Drones fly 200 feet over the city and, using a thermal camera, document how much energy is leaking from buildings. The imaging should be done when furnaces are on, but the air temperature must be at least 32 degrees to sustain the drone’s battery. The air must also be still. Altogether, these conditions leave a small window of opportunity for the imaging in late fall.
In their first attempts at imaging, the students also realized that the photos must be taken in the middle of the night. When the photos were taken shortly after dusk, the residual heat on the roofs read as heat loss across the map. Taken early in the morning, the sun would soon heat the roofs. Residents were notified that drones were flying, so there would be no confusion about the flying objects.
The “Val Johnson Incident,” a notorious UFO sighting, took place in Warren in 1979.
Mortenson believes that Warren’s partnership with the college has been essential. She and the supervising professor hope that the students will start a company and offer the thermal imaging service to other municipalities. The COVID-19 pandemic has slowed progress, says Mortenson, since enrollment at Northland Community College is down and students have been away from the classroom.
Thermal scans help homeowners identify how their buildings are losing heat. With that information in mind, they can further insulate their home through air sealing, weather stripping, or attic insulation. They may choose to replace their doors or windows altogether.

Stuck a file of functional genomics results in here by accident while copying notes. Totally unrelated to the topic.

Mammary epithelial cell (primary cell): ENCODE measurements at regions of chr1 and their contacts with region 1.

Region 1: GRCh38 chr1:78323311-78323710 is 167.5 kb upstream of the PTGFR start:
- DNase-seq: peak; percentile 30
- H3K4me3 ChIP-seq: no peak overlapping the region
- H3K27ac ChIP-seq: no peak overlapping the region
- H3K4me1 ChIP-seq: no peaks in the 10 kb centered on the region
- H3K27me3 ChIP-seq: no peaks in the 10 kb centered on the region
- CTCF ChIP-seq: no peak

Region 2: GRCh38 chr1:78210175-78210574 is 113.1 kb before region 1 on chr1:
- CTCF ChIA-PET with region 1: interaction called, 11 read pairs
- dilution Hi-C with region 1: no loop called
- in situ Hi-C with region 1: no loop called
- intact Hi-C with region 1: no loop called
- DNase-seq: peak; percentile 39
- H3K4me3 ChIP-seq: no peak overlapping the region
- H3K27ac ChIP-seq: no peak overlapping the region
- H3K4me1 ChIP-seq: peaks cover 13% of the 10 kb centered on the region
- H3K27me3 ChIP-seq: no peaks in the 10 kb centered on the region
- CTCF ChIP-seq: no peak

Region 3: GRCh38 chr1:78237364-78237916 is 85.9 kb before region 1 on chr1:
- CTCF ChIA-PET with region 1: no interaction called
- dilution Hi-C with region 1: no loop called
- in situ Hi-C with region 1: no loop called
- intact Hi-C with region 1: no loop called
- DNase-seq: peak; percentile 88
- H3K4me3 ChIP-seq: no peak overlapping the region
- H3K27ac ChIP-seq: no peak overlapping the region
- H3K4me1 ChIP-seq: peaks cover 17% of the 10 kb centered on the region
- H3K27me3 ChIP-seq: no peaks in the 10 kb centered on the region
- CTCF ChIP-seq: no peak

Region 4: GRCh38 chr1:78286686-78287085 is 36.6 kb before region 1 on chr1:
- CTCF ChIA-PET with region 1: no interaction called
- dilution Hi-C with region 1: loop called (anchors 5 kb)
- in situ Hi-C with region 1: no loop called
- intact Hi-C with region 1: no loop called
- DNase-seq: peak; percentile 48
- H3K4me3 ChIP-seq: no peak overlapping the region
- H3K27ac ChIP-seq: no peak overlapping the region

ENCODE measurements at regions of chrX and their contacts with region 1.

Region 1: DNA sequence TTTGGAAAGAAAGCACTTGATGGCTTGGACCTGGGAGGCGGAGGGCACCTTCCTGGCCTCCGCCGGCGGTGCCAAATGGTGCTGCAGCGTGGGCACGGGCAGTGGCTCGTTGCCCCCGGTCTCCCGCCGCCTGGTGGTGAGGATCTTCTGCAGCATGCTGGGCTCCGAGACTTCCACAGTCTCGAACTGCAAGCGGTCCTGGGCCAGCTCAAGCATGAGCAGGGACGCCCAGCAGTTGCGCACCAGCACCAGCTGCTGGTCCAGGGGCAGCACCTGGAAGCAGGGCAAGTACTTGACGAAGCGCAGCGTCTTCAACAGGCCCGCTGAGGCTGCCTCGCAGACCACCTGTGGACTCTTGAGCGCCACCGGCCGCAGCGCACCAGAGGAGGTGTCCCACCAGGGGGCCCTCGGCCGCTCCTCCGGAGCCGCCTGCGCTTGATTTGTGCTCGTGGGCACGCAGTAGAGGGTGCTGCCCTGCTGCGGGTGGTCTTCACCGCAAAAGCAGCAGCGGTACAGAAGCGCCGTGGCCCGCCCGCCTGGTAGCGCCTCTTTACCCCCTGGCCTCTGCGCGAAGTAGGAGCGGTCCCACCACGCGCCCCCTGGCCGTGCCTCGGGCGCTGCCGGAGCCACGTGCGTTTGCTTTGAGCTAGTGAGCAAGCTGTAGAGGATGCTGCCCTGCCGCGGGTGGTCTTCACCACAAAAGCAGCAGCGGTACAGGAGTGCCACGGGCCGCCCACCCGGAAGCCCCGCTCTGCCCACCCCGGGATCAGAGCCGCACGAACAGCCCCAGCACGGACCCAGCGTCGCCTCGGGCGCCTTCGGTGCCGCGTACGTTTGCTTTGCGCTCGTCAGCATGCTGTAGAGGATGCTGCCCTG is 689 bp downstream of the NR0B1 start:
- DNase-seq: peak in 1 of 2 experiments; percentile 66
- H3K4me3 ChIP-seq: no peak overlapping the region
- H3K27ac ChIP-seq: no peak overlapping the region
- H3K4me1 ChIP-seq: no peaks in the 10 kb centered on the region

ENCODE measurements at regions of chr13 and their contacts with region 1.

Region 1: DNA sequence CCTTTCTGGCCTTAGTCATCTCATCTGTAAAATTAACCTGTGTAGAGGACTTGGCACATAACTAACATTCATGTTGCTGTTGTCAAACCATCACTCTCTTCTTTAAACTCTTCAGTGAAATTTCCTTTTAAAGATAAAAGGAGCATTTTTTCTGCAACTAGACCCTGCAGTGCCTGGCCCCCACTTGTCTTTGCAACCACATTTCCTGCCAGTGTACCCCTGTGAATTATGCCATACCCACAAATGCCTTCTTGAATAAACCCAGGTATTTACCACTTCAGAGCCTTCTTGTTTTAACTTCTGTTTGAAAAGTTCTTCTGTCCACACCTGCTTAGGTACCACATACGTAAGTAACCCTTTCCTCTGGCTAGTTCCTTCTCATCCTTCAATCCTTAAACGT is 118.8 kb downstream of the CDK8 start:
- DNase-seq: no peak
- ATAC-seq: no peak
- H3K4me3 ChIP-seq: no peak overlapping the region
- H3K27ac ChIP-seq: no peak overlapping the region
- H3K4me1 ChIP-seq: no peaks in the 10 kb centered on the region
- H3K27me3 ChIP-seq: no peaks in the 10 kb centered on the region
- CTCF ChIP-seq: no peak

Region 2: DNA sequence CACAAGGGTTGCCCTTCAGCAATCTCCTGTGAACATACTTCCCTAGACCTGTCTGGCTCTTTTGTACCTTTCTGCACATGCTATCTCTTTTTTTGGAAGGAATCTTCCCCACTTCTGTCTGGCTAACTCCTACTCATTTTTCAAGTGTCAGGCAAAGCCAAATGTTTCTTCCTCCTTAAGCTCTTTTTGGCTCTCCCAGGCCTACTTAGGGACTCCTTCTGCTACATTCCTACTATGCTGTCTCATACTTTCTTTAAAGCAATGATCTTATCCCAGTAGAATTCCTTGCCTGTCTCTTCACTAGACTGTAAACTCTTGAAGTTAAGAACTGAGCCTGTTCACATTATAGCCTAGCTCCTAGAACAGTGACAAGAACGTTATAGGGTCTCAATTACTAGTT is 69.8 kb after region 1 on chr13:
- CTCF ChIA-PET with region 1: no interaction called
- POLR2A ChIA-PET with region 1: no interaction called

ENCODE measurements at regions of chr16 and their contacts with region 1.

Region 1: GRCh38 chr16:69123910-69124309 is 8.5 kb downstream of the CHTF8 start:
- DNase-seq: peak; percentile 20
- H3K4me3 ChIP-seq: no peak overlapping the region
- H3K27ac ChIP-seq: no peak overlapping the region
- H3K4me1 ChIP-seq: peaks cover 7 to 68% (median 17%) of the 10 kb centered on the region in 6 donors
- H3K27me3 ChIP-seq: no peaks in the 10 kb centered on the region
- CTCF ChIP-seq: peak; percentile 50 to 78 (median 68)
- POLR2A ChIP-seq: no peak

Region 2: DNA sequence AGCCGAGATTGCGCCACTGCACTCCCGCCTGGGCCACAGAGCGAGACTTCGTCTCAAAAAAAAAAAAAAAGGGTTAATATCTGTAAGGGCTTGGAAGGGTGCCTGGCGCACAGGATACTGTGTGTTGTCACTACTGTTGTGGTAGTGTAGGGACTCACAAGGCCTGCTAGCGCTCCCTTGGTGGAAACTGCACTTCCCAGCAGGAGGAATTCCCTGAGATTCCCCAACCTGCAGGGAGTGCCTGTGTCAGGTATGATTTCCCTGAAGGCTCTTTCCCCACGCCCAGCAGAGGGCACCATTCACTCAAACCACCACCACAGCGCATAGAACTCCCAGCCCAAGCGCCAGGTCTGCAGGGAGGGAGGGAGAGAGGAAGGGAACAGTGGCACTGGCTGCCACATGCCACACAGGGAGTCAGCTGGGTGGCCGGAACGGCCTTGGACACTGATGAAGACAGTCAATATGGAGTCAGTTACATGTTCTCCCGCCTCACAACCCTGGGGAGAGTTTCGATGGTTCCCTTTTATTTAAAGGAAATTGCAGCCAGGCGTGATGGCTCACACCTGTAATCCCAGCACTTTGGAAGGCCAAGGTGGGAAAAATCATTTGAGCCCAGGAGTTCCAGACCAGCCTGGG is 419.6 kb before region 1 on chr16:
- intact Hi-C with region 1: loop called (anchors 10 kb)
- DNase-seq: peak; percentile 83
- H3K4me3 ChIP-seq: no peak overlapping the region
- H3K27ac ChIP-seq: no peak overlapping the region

Energy efficiency upgrades pay off over time, since they reduce energy bills, but many cannot afford the upfront costs of an upgrade. On-bill financing, sometimes called Pay As You Save, ensures that everyone can make their home efficient and comfortable.
In 2019, Warren took part in an inclusive financing feasibility study. Through the program, the building owner takes a loan from the city to make efficiency improvements. They pay the loan back through the savings on their utility bills — and the loan stays with the property, not the resident. Once the loan is paid off, the resident pockets the energy bill savings.
“Their bill should not change. But then after the specified amount of time, which would probably be about two to three years, after the loan is paid back, then of course they would still see that savings on their bill.”
Because of privacy concerns, the city of Warren cannot use the thermal images to target individuals who may benefit from efficiency upgrades. Homeowners and business owners must approach the city and request their data.
Mortenson says that city officials in Texas, Illinois, and Iowa have all approached her out of interest in Warren’s pilot project. The advice she gives is to find a partner like Northland Community College. The college already had the drones (each with a price tag of $40,000) and used the project as a student learning opportunity.